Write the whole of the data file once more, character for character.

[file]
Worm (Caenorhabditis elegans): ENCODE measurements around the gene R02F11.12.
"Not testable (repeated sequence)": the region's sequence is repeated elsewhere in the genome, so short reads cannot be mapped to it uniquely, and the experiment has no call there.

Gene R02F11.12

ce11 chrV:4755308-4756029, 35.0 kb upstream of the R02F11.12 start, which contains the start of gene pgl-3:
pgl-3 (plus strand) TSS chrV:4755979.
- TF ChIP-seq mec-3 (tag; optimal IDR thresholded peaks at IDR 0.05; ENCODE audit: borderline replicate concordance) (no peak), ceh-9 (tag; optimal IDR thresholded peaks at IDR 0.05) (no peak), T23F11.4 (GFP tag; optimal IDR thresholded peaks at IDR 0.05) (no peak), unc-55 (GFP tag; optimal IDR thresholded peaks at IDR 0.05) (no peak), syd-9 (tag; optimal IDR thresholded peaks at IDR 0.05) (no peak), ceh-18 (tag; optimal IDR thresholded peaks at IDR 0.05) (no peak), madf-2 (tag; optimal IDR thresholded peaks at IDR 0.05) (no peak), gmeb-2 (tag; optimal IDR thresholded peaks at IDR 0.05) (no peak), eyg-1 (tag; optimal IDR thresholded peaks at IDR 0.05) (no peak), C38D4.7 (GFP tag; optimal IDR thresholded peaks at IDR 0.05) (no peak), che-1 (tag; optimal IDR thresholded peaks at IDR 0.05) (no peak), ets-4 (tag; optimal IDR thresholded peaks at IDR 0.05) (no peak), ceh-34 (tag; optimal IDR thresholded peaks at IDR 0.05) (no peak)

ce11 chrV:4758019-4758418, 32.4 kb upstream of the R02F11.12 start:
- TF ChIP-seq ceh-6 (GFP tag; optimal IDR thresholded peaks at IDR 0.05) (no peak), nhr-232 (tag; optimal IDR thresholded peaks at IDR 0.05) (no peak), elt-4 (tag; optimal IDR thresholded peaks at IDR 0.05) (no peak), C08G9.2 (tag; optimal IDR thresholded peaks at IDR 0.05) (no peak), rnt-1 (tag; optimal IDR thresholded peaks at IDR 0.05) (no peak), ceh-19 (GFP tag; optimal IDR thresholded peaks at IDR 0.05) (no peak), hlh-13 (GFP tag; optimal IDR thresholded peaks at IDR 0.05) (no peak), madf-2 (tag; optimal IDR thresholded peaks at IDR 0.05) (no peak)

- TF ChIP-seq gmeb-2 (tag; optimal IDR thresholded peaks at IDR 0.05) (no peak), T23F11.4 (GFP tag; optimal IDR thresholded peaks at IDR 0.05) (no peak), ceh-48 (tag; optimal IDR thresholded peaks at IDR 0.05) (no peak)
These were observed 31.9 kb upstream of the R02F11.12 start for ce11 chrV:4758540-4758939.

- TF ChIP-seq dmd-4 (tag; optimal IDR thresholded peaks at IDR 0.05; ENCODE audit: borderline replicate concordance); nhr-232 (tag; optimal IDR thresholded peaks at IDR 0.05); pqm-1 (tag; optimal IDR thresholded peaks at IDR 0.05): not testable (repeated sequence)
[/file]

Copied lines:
Worm (Caenorhabditis elegans): ENCODE measurements around the gene R02F11.12.
"Not testable (repeated sequence)": the region's sequence is repeated elsewhere in the genome, so short reads cannot be mapped to it uniquely, and the experiment has no call there.

Gene R02F11.12

ce11 chrV:4755308-4756029, 35.0 kb upstream of the R02F11.12 start, which contains the start of gene pgl-3:
pgl-3 (plus strand) TSS chrV:4755979.
- TF ChIP-seq mec-3 (tag; optimal IDR thresholded peaks at IDR 0.05; ENCODE audit: borderline replicate concordance) (no peak), ceh-9 (tag; optimal IDR thresholded peaks at IDR 0.05) (no peak), T23F11.4 (GFP tag; optimal IDR thresholded peaks at IDR 0.05) (no peak), unc-55 (GFP tag; optimal IDR thresholded peaks at IDR 0.05) (no peak), syd-9 (tag; optimal IDR thresholded peaks at IDR 0.05) (no peak), ceh-18 (tag; optimal IDR thresholded peaks at IDR 0.05) (no peak), madf-2 (tag; optimal IDR thresholded peaks at IDR 0.05) (no peak), gmeb-2 (tag; optimal IDR thresholded peaks at IDR 0.05) (no peak), eyg-1 (tag; optimal IDR thresholded peaks at IDR 0.05) (no peak), C38D4.7 (GFP tag; optimal IDR thresholded peaks at IDR 0.05) (no peak), che-1 (tag; optimal IDR thresholded peaks at IDR 0.05) (no peak), ets-4 (tag; optimal IDR thresholded peaks at IDR 0.05) (no peak), ceh-34 (tag; optimal IDR thresholded peaks at IDR 0.05) (no peak)

ce11 chrV:4758019-4758418, 32.4 kb upstream of the R02F11.12 start:
- TF ChIP-seq ceh-6 (GFP tag; optimal IDR thresholded peaks at IDR 0.05) (no peak), nhr-232 (tag; optimal IDR thresholded peaks at IDR 0.05) (no peak), elt-4 (tag; optimal IDR thresholded peaks at IDR 0.05) (no peak), C08G9.2 (tag; optimal IDR thresholded peaks at IDR 0.05) (no peak), rnt-1 (tag; optimal IDR thresholded peaks at IDR 0.05) (no peak), ceh-19 (GFP tag; optimal IDR thresholded peaks at IDR 0.05) (no peak), hlh-13 (GFP tag; optimal IDR thresholded peaks at IDR 0.05) (no peak), madf-2 (tag; optimal IDR thresholded peaks at IDR 0.05) (no peak)

- TF ChIP-seq gmeb-2 (tag; optimal IDR thresholded peaks at IDR 0.05) (no peak), T23F11.4 (GFP tag; optimal IDR thresholded peaks at IDR 0.05) (no peak), ceh-48 (tag; optimal IDR thresholded peaks at IDR 0.05) (no peak)
These were observed 31.9 kb upstream of the R02F11.12 start for ce11 chrV:4758540-4758939.

- TF ChIP-seq dmd-4 (tag; optimal IDR thresholded peaks at IDR 0.05; ENCODE audit: borderline replicate concordance); nhr-232 (tag; optimal IDR thresholded peaks at IDR 0.05); pqm-1 (tag; optimal IDR thresholded peaks at IDR 0.05): not testable (repeated sequence)